shawls, both traditional
and contemporary, see Knitted
Lace of Estonia: Techniques,
Patterns, and Traditions, by
Using waste yarn, work
a crochet chain several sts longer than the number of
sts to be cast on. Starting 1 or 2 sts in from end of
chain and using working yarn, pick up and k 1 st in the
back loop of each ch until the required number of sts
have been picked up. Later, the chain will be unraveled
and the resulting live sts picked up.
K3tog: Knit next 3 sts together.
Sssk: Slip next 3 sts knitwise,
one at a time, to right needle. Insert left needle into
fronts of these 3 sts and knit them together.
S2KP: Slip next 2 sts together,
knitwise, as if to work a k2tog. Knit next st through back
loop, then pass both slipped sts over st just knit. This
forms a centered double decrease.
sk2p: Slip 1 knitwise,
k2tog, pass slipped st over. 2 sts decreased.
Nupps: 7-stitch or 9-stitch
nupps may be worked for this shawl. Try swatching each kind
to see which type works best for the yarn you choose.
Nupp (7-stitch – used in Purple Shoulderette): K1
without dropping st from left needle, yo, [k same st again
without dropping from left needle, yo] 2 times, k same st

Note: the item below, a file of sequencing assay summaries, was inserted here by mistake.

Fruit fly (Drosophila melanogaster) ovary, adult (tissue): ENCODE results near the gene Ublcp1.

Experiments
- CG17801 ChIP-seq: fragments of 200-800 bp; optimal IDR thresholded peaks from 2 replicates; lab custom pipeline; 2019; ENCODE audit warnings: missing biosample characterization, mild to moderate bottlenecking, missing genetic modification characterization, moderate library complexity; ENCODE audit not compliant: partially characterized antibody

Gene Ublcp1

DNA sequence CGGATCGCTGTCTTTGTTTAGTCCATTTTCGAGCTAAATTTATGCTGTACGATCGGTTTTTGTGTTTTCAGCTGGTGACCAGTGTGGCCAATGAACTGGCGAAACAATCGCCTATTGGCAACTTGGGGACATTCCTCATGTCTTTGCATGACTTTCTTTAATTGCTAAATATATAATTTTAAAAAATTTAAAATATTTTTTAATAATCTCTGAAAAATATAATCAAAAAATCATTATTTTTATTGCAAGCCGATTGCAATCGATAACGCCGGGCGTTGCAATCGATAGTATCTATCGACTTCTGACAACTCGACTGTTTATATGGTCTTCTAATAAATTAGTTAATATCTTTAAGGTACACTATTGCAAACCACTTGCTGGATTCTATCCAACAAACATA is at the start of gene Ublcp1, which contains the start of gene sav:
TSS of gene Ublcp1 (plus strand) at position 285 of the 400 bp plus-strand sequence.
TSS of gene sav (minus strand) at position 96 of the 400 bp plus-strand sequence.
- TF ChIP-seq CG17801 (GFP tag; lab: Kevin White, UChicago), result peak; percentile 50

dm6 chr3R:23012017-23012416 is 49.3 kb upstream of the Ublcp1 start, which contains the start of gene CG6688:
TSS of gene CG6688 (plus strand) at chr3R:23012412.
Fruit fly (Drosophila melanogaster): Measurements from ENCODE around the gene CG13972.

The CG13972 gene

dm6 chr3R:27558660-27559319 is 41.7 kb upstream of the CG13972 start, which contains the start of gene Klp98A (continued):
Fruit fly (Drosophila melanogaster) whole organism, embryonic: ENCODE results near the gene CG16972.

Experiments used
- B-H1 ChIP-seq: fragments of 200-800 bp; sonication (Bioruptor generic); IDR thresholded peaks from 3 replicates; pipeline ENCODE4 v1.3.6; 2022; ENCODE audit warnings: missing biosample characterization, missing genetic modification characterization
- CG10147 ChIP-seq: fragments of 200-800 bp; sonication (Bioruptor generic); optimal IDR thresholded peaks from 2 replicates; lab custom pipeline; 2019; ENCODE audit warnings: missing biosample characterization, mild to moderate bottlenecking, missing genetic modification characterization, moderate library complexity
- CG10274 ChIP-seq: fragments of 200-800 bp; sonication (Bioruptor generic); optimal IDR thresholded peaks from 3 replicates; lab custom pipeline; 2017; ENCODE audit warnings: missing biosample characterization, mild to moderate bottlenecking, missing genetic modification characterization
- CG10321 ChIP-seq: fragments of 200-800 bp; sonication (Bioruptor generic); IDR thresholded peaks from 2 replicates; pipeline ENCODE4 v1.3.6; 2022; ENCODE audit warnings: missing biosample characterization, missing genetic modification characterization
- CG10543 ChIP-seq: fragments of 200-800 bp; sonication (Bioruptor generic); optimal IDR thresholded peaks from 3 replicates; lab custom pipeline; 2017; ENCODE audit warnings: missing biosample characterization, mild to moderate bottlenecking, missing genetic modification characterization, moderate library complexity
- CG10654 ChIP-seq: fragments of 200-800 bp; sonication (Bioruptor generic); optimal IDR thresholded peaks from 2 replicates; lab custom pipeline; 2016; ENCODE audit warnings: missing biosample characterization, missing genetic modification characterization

again and drop st from left needle. 1 st increased to 7
sts. On following WS row, purl these 7 sts together.
Nupp (9-stitch – used in Handspun Flame Shoulderette
and Silver Cream Shawl): K1 without dropping st from left
needle, yo, [k same st again without dropping from left
needle, yo] 3 times, k same st again and drop st from left
needle. 1 st increased to 9 sts. On following WS row, purl
these 9 sts together.
In a non-elastic yarn such as bamboo, it is particularly
important to make the Nupp
increase stitches very
loosely; the stitches should
be approx. 0.5 inch long.
It helps to use a finger
to hold each new stitch
in place so that you do
not inadvertently tighten
the last increase while
making the next one. On
the WS row, when you insert
the right hand needle to
purl the stitches together,
if you have made the stitches
loose enough, not only